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Your brain and gut are intertwined.

Your brain and gut are intertwined.

Can you recall the last time you felt butterflies in your stomach? Or suffered with diarrhoea while feeling stressed and anxious?  You may have felt unease in your gut when a situation in your life doesn’t seem right.

These feelings happen because the function of the nervous system and the digestive system are closely related.

Your body contains a nervous system that is so complex it’s like a second brain. The home to around 500 million neurons, it stretches from the oesophagus to the anus. Embedded in the wall of the gut is the enteric nervous system (ENS).

It plays an important role in physical and mental well being. It can work both independently of and in conjunction with your brain via the vagus nerve. The ENS helps you sense environmental threats and then influences your response.

The function of the ENS is to control the mechanical mixing of food, co-ordinate the muscle contractions of the digestive system and maintain the biochemical environment, meaning the secretion of digestive juices and levels of gut PH.

Another important function of the ENS is to prevent dangerous bacteria and viruses invading our bodies. If a pathogen crosses the gut lining, immune cells in the gut wall secrete inflammatory substances such as histamine which are then detected by the neurons in the ENS. A message is then sent to the brain to initiate a response such as diarrhoea or vomiting.

There is a two way communication between the gut and the brain, when we change our behaviour in some way the brain will send messages to our gut that can initiate changes in digestive function and even influence our gut bacteria.

On the other hand, changes in gut bacteria as seen with tummies suffering dysbiosis or “leaky gut” can lead to changes in our behaviour. In such cases the incidence of fatigue, depression, confusion, brain fog and poor memory are increased. Over two thirds of people with autism experience gut issues and over 70% of people who have irritable bowel syndrome report mood disorders such as anxiety and depression.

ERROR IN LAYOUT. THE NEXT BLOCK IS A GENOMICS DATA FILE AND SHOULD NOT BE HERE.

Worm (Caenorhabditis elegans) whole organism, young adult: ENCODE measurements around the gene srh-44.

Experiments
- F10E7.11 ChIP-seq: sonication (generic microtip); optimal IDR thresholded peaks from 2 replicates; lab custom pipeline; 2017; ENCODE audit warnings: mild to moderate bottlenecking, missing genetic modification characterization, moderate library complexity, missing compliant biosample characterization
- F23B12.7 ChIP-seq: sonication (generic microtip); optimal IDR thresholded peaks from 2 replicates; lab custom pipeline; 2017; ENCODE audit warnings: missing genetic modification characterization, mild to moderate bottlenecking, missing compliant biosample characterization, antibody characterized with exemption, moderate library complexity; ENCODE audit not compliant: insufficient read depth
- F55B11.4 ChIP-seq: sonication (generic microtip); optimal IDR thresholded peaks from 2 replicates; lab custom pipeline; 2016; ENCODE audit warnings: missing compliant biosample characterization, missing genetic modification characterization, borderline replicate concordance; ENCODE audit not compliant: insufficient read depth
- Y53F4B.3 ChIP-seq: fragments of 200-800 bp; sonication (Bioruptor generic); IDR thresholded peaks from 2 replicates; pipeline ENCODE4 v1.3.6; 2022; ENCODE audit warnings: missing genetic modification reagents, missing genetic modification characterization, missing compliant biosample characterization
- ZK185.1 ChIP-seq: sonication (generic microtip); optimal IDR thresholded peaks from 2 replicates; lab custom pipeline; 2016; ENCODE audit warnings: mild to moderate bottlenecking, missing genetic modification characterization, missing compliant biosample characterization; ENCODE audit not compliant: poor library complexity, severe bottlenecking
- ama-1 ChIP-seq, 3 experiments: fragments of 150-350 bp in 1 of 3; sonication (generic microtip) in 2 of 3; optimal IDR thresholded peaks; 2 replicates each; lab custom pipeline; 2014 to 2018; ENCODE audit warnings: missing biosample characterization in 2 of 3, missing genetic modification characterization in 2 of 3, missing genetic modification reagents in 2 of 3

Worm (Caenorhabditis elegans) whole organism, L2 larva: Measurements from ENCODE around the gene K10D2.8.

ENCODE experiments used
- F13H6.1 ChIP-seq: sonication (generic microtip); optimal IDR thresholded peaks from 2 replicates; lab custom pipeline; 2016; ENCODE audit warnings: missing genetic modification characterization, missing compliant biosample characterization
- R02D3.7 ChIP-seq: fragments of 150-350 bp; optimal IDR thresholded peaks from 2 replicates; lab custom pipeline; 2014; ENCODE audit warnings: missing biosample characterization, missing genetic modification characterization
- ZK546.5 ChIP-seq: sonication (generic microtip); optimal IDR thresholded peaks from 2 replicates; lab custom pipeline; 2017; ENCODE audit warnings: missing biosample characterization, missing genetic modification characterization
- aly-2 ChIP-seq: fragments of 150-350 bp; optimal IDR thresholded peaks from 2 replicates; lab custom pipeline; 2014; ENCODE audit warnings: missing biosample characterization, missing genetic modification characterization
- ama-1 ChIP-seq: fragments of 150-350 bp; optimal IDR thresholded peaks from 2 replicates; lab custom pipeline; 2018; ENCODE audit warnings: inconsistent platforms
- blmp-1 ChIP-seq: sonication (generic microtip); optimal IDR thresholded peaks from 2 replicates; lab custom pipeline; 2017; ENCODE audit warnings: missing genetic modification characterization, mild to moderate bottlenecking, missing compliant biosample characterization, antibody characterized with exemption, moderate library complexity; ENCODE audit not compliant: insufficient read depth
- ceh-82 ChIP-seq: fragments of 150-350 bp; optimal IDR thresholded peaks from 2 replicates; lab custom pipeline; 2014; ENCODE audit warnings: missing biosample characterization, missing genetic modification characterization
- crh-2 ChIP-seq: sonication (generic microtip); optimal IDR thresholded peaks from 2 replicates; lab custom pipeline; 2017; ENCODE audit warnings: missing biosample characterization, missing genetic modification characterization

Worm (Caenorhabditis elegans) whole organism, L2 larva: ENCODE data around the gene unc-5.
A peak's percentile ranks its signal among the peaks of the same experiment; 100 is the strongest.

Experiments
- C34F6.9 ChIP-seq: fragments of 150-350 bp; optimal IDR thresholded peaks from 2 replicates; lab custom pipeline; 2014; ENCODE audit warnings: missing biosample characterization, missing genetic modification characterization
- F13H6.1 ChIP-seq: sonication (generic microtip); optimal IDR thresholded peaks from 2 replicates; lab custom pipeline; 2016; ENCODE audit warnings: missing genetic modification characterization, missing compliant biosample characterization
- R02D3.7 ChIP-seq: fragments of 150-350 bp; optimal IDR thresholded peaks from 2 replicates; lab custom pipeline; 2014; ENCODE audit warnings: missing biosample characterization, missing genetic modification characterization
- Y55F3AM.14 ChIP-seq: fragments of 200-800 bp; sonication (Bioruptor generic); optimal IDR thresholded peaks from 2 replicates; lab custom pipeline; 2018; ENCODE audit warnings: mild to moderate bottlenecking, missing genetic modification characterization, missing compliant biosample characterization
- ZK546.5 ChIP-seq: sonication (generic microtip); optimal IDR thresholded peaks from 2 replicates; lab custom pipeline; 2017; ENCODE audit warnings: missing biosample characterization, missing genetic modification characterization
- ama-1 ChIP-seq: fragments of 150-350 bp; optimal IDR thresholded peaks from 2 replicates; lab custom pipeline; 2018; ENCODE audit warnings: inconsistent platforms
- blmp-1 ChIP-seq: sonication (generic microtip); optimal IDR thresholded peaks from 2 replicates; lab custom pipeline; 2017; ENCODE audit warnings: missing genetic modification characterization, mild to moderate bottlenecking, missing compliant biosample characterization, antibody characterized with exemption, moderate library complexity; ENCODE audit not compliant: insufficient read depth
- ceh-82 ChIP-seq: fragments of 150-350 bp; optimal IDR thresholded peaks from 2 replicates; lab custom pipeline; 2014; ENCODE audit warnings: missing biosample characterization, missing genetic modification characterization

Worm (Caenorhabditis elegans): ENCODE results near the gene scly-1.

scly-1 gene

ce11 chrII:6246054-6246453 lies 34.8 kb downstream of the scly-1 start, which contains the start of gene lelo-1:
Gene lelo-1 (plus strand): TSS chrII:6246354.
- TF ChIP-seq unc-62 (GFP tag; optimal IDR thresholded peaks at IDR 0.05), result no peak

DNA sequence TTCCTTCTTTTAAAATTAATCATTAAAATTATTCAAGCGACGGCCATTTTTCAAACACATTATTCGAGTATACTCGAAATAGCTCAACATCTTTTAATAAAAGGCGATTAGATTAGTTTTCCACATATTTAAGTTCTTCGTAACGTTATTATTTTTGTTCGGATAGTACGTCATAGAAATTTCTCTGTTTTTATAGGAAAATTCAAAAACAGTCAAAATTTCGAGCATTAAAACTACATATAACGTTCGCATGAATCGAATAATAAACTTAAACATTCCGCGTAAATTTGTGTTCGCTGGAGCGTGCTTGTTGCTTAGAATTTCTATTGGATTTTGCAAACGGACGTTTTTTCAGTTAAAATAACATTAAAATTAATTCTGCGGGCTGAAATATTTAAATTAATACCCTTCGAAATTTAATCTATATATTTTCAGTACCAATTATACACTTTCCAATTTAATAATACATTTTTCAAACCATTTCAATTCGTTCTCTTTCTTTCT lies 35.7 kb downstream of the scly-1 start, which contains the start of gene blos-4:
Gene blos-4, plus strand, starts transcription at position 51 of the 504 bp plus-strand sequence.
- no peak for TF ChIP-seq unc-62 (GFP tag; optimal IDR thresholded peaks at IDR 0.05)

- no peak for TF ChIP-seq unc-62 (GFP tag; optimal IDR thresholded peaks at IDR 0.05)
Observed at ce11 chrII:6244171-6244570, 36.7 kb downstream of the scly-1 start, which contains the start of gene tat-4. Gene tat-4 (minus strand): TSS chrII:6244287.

Did you know that our happy hormones are produced not only in the brain but also in our gut?


Within the layers of the ENS secretion of neuropeptides and neurotransmitters are controlled. These include serotonin and dopamine. Around 90% of our serotonin is produced in the digestive system and while we know within the brain serotonin has the power to regulate our mood and make us feel happy, it also has effects on digestive function.

These include regulation of smooth muscle contraction, peristalsis and mucosal secretion.

What happens to digestion when we are stressed, rushing or anxious?


There is a direct link between the stress response and the gut and this effects how we are able to digest our food. When you are feeling worried, fearful or stressed the sympathetic nervous system slows down gastric secretions and motility.

The blood is being diverted away from the gut to the muscles in our extremities as part of the fight or flight response. In extreme stress the body will shut down digestion completely. Continued stress will impair how we digest and absorb our food which will lead to less energy, nutrient depletion and inefficient elimination of wastes.

How can we support a healthy relationship between the gut and nervous system?


The vagus nerve responds to relaxation. When you feel relaxed the parasympathetic nervous system will signal peristalsis and gut secretions, this will result in efficient digestion of foods. It is important to be relaxed while you eat your meals.

Take time to look and smell your food and eat mindfully. Which means being present and focused on your culinary experience. Activities that can help to create a relaxed state include walking, meditation, deep breathing techniques or spending time in nature.

It is also important to consider the health and functioning of the digestive system. Is your gut microbiome balanced and full of healthy beneficial bacteria? Are you secreting enough gastric juices to break down and metabolize your food?

Do you eliminate wastes efficiently? If the process of digestion is less than optimal this could cause uncomfortable symptoms such as indigestion, gas, bloating, diarrhoea or constipation.

Sound familiar? What can you do?


Your Naturopath can guide you through the process of how to establish a healthy relationship between the nervous system and digestive system while optimizing the function of both*.

Emma Tippett is a naturopath at Empowered Health who has a special interest in treating digestive disorders and related conditions. Emma believes that finding and maintaining optimal health is the key focus when helping you return to optimal health. To book an appointment with Emma, book a free 10 min phone briefing or call 1300 21 44 25 to book an appointment.

*Disclaimer: Please know that the results are a typical and may vary from person to person

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